...but just to type those words makes me uneasy. I can feel my heart beating and my pulse is quickening, because to be honest means admitting that lately I've not been doing as well as I'd like everyone to think. Many of you have even asked me, "How are you doing?" and you've received the standard answer, "Oh, I'm FINE." Well, the truth is that I've been struggling. I'm not exactly sure when I started to struggle or what caused me to lose what had been a reasonably firm grip on keeping it all together.

When my mother was diagnosed with stage III esophageal cancer in October 2017, my sister and I held on and worked together to support her through seven months of chemo and subsequent radiation. When my husband had a heart attack early in the spring of 2018 I held on, encouraging him on the journey of recovery while reassuring our daughter that Daddy really was okay - that everything would be okay. Of course, I did not know then that everything would not be okay, that in less than nine weeks my mother would have one of those "it never happens but we have to warn you anyway" events during surgery to remove any remaining cancer.

When she died on May 20, less than three weeks later, still I hung on. There was work to be done: a funeral to plan, a child to nurture, a church to pastor, a house to be sold, an estate to be probated, a life to be dismantled, and a family to hold together. I dug in, and I held on. Something changed earlier this year, sometime in February, I think. I'm not exactly sure when; it took me a while to realize I was losing my grip on okay. Like I said, I'm not even sure why it changed. Maybe it was the arrival of February and the anniversary of Travis' heart attack reminding me of the start of what had been a four month run of devastating events. Maybe it was compounded by the anniversary of the bittersweet days my sister and I spent with Mom in Ireland, savoring life even as we feared potential loss. Maybe it was just that everything was beginning to bud and turn green with new life bursting forth, and I was not prepared to receive it because behind the facade of my firm grip I was still at the tomb.

I willed myself to attend to the things I felt could not be abandoned, and I watched as many other things slipped away. I wasn't sleeping well; I quit going to yoga; I felt overwhelmed by projects that had previously energized me; I lost my creativity and even stopped writing articles for the newsletter for fear I had nothing worthwhile to say. I hoped no one would notice. I cringed when anyone mentioned the newsletter or asked me to take something on. I didn't want to be vulnerable, to be seen as weak or ineffective. The things I would have said to any of you - things like you are grieving, you don't have to be okay, be gentle with yourself, this is a normal response to loss, I couldn't allow myself to hear. I didn't want to burden my husband; after all, the birthday of his elder daughter comes at the end of March and the anniversaries of her accident and death the first week of May. One of you stopped by my office with a vase of daffodils picked from your yard at the nudging of the Holy Spirit, and I was transported back to the Irish fields and the thousand of yellow daffodils that had so pleased my mother. Finally, the disappointing actions of the General Conference, still pending review of the Judicial Council, certainly didn't help my disposition any. Then one day, about three weeks ago, I started crying and it seemed as if I would never stop. I could no longer pretend to myself I was okay. Still, I didn't want you to know. After all, the pastor is supposed to be non-anxious, peaceful, grace-filled, strong, and courageous, right? So I kept smiling, kept showing up, kept responding, "I'm fine!"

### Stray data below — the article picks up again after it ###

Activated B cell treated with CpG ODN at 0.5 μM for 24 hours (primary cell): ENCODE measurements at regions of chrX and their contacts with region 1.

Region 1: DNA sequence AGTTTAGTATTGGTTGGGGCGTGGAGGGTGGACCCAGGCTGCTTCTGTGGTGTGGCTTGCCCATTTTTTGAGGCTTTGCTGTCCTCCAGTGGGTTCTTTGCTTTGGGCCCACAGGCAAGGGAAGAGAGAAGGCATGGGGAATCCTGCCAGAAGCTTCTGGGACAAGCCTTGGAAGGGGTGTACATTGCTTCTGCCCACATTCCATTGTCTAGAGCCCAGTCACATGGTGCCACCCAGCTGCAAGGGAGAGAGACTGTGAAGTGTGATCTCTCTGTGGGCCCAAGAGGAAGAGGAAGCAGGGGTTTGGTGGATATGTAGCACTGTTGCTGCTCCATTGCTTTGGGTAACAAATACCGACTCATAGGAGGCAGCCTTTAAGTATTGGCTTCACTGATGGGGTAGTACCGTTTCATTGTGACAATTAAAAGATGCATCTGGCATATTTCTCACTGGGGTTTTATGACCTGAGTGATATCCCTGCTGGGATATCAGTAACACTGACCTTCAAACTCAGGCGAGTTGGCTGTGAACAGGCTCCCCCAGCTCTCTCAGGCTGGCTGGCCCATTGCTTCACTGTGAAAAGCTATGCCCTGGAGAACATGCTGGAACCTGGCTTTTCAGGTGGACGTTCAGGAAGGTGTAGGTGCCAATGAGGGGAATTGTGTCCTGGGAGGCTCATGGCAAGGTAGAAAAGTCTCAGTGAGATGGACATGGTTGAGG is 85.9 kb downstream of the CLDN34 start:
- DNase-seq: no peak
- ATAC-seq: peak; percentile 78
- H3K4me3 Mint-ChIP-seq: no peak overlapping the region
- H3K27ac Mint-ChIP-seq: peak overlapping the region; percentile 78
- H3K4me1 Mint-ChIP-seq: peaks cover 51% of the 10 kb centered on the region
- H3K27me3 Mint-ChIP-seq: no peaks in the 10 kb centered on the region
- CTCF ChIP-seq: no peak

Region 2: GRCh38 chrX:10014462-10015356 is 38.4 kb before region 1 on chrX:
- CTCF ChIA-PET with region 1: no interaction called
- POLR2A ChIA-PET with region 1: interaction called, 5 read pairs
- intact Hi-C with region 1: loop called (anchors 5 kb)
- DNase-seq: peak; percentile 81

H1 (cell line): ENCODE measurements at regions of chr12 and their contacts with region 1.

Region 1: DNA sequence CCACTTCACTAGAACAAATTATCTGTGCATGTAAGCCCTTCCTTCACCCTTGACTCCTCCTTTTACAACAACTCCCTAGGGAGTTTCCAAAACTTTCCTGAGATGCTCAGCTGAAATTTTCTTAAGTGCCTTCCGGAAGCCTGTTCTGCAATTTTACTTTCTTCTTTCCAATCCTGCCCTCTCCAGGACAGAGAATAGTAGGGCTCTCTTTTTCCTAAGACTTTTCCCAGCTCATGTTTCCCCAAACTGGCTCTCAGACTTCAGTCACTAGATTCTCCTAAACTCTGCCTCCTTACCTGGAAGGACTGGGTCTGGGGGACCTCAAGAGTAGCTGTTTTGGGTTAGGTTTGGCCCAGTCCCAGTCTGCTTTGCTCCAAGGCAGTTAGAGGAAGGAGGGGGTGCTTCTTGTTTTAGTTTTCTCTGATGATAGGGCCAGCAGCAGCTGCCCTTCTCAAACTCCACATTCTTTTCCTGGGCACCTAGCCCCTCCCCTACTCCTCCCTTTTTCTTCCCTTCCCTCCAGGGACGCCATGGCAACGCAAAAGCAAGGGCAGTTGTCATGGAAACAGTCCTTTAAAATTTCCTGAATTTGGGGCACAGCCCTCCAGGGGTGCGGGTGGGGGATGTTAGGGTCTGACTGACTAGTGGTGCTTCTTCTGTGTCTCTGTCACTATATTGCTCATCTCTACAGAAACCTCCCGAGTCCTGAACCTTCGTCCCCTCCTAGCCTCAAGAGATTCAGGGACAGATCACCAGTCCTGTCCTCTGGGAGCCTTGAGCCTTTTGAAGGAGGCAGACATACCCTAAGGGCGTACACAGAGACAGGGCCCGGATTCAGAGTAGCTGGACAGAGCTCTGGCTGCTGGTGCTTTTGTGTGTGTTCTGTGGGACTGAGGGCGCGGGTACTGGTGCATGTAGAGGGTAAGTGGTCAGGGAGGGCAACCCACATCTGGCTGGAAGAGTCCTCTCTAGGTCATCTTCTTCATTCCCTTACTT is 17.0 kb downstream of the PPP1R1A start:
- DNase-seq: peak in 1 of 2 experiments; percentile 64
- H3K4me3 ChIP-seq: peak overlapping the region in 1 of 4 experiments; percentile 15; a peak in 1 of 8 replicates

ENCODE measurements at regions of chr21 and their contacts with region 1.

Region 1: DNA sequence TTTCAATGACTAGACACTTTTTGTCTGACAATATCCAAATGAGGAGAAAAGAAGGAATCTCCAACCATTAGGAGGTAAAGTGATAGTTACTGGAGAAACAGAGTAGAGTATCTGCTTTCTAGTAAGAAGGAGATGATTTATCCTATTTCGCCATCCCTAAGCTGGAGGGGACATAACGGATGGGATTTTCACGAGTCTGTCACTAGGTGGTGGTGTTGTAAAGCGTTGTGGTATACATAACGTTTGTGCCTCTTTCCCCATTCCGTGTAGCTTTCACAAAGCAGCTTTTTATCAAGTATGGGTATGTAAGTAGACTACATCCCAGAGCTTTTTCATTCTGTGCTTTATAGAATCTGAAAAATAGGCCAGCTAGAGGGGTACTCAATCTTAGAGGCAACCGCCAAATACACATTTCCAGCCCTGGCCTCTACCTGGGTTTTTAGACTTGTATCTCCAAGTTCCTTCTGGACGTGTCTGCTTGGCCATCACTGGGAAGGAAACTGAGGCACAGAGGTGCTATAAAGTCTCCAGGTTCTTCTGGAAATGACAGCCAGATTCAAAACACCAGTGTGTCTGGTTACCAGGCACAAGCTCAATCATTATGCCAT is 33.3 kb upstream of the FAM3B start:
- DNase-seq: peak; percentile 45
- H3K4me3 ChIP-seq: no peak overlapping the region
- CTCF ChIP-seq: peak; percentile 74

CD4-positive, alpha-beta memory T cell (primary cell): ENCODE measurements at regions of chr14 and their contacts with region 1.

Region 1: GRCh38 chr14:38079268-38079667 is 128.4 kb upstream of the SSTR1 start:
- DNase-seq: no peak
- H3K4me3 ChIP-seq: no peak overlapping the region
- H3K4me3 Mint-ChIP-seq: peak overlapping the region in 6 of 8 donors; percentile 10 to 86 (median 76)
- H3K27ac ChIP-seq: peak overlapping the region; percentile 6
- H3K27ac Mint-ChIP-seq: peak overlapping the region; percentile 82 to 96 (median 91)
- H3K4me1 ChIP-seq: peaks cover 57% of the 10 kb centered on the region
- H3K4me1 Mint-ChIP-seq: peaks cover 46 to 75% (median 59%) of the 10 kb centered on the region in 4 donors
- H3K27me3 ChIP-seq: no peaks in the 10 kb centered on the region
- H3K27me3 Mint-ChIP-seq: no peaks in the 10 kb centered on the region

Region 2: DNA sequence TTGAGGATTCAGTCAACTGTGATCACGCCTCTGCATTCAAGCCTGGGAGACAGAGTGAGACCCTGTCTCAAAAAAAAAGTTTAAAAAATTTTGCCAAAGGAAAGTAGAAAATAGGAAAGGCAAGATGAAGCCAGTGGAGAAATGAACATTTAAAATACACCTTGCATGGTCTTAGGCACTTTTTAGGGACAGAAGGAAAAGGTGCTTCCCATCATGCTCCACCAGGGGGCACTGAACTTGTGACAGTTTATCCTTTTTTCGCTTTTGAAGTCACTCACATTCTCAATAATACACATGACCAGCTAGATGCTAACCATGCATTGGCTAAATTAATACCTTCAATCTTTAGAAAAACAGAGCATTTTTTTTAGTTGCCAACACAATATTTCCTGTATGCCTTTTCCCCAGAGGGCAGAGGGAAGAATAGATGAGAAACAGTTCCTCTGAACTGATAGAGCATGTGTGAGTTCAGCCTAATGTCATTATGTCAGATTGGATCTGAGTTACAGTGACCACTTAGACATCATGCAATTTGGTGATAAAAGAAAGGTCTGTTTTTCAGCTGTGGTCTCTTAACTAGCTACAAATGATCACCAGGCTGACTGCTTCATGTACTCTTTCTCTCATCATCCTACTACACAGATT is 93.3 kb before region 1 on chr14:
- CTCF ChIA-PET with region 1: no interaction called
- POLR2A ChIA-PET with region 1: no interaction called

As I consider our congregation, I know that there are many of you who understand what it is to feel as if you have only the most tenuous hold on okay, or that everything might truly be coming apart despite your best efforts. This is a particularly challenging season for our church family. Each week there are new names being added to the prayer list: new diagnoses, fresh and longstanding griefs, troubled relationships, aging parents, and that strange mix of faith, hope and fear. You are surrounded by a family of faith, hundreds of people who love you, who pray for you, who would do anything to make it better, yet there remains an inner place no one can touch. No one, that is, but Christ.

It is not lost on me that we have lived once again to the commemoration of Palm Sunday, the beginning of Holy Week.
What a strange mix it is! Palms waving, crowds cheering before the shouts of "Crucify him!" Fellowship with the beloveds, a shared meal, the breaking of the bread and giving of the cup; tears shed, Garden prayers, a plea for anything but THIS; an unwanted verdict, the pain, the loss; the emptiness of Saturday. It is a week of highs and lows that invites us to encounter, again, the God who loves us even unto death; who came to be among us incarnate in Jesus; who healed, forgave, and fed; who drew the circle wide and included those who felt hopeless; who entered into our pain, endured our fear, anger and rejection; who died rather than abandoned us; and who rose again to proclaim that redemption, resurrection, new life, and Divine love shall always have the final word.